About four years ago I was diagnosed with an eye condition called macula degeneration. My vision is slowly worsening and I had to give up driving last year.
The medical support I’m getting is slowing down my visual degeneration and I’m happy with it. I cannot say the same for society’s response to my condition, which has made me feel more and more Disabled.
It seems that services do not check out their documents for readability for people with poor vision.
The barriers I face range from overly small font sizes on Camden Council’s website to colour contrasts between texts and backgrounds that make pages unreadable for me.
It seems that services do not check out their documents for readability for people with poor vision. I repeatedly have to make requests for large-print copies of consultation documents.
It also seems that council officers publishing the documents are unaware (or don’t care) about the legal requirements for “reasonable adjustments.” My hearing-impaired wife often has to read documents out to me.
The issue of inaccessible online information is recognised internationally with the Global Accessibility Awareness Day which takes place on 18th May. The purpose of GAAD is to get everyone talking, thinking and learning about digital access/inclusion and people with different disabilities.
The increasing focus on digital services can risk discriminating against and excluding people who cannot access them.
This year the Equality and Human Rights Commission marked GAAD by publishing a blog about the issue of digital inclusion. The blog says: “the increasing focus on digital services can risk discriminating against and excluding people who cannot access them. Disabled people and older people particularly often face obstacles when trying to access online services.”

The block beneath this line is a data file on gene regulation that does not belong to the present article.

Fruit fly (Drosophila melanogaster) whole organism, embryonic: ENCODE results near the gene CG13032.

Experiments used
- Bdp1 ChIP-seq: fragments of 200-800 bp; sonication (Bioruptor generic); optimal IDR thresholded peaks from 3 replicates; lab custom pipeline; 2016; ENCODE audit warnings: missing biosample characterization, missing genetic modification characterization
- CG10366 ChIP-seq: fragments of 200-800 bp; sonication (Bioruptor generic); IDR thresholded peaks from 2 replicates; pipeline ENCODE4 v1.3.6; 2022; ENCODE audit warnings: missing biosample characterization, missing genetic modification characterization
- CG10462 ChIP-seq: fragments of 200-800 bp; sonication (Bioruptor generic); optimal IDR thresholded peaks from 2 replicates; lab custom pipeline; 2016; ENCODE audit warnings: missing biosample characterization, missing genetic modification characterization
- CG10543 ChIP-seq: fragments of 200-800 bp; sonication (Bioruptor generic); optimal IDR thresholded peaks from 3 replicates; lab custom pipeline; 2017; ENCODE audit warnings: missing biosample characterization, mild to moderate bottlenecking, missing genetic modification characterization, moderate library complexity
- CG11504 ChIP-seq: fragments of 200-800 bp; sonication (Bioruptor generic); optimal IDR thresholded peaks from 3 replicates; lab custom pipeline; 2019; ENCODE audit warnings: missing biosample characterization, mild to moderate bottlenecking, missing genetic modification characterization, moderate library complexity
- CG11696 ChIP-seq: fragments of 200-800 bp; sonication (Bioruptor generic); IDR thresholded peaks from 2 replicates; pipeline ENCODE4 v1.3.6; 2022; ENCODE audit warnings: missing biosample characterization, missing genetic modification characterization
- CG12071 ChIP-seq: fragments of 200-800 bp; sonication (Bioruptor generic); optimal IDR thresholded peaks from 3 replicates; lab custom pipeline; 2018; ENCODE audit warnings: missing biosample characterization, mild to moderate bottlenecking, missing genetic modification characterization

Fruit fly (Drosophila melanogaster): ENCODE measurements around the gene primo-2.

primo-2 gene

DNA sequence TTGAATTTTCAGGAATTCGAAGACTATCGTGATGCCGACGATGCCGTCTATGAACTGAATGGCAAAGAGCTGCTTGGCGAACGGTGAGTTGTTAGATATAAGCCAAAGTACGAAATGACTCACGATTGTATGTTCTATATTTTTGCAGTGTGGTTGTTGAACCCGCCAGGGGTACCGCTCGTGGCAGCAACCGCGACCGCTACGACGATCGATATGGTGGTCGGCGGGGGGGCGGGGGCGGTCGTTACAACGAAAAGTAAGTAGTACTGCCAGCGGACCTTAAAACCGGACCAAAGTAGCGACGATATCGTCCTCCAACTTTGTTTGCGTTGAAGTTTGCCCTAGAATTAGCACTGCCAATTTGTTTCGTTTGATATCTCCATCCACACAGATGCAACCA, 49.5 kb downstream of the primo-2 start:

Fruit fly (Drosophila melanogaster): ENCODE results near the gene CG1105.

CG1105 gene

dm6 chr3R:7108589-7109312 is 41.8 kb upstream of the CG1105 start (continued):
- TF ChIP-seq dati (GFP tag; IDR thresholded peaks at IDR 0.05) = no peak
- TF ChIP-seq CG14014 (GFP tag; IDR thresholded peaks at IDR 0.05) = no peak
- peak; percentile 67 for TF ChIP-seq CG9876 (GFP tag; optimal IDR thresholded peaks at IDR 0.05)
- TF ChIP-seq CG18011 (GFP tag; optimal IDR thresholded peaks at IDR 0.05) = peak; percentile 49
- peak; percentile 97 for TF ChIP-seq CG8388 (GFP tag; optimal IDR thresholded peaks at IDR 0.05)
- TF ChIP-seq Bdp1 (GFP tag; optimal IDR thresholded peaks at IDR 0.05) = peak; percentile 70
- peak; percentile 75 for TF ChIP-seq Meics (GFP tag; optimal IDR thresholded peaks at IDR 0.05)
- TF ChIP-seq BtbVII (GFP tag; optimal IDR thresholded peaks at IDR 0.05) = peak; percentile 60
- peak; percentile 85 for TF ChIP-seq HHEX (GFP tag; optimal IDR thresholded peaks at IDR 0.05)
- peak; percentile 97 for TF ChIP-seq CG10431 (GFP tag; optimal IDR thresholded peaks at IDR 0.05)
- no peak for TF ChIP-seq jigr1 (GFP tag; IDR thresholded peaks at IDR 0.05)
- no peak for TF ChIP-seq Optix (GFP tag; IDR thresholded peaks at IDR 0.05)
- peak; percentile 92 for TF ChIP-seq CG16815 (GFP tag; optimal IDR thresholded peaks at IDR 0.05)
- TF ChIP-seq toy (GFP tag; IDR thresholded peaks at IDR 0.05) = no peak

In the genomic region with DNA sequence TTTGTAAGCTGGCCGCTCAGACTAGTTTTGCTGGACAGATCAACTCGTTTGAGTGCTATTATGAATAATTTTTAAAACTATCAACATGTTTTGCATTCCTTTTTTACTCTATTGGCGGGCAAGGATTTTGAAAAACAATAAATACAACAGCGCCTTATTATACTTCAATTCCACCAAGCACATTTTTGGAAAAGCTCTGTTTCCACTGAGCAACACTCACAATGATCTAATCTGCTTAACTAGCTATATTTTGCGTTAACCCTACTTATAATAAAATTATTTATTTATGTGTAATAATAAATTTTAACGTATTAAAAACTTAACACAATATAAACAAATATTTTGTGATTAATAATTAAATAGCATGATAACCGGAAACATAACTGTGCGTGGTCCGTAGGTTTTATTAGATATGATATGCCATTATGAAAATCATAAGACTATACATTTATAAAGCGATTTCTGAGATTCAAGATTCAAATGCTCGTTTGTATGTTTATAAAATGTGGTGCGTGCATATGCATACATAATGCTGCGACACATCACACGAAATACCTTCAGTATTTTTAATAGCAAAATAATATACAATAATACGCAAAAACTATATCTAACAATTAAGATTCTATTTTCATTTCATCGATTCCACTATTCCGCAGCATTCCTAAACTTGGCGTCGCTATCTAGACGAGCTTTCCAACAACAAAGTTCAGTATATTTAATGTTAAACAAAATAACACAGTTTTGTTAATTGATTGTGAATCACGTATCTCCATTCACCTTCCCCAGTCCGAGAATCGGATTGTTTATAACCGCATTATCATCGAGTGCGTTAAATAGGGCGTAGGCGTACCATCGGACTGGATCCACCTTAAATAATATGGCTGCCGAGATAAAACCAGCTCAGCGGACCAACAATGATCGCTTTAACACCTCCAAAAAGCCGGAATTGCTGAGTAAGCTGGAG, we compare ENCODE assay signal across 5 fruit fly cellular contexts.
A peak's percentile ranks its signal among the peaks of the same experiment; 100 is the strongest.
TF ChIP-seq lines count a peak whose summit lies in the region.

But accessible information is obviously about more than online data. My wife struggles to hear people on the telephone. Face-to-face communication for people with hearing impairments can be considerably improved by speech-to-text devices, apparently not available to Camden staff, but routinely used in the NHS.
Street access is also vitally important. My poor vision means that I have to be very careful about falls when getting on and off buses and navigating the broken pavements of Gospel Oak. Requests to the Council for dropped curves are ignored and suggestions such as painting kerbs in bright colours dismissed.
Disabled lives matter; but not, seemingly, to Camden Council.
The Council could easily analyse from the 2021 Census the numbers in the Borough with hearing and visual impairments and allocate resources accordingly.
Why are senior managers ignoring the problems of accessibility of persons with hearing and visual impairment to information? Why are those Cabinet members with responsibility for compliance with the equality laws allowing this to happen?
In stark contrast, I asked a local restaurant for a large print copy of the menu and this will be made available on our next visit. I have been waiting over a week for large print copies of documents from the Council. Disabled lives matter; but not, seemingly, to Camden Council.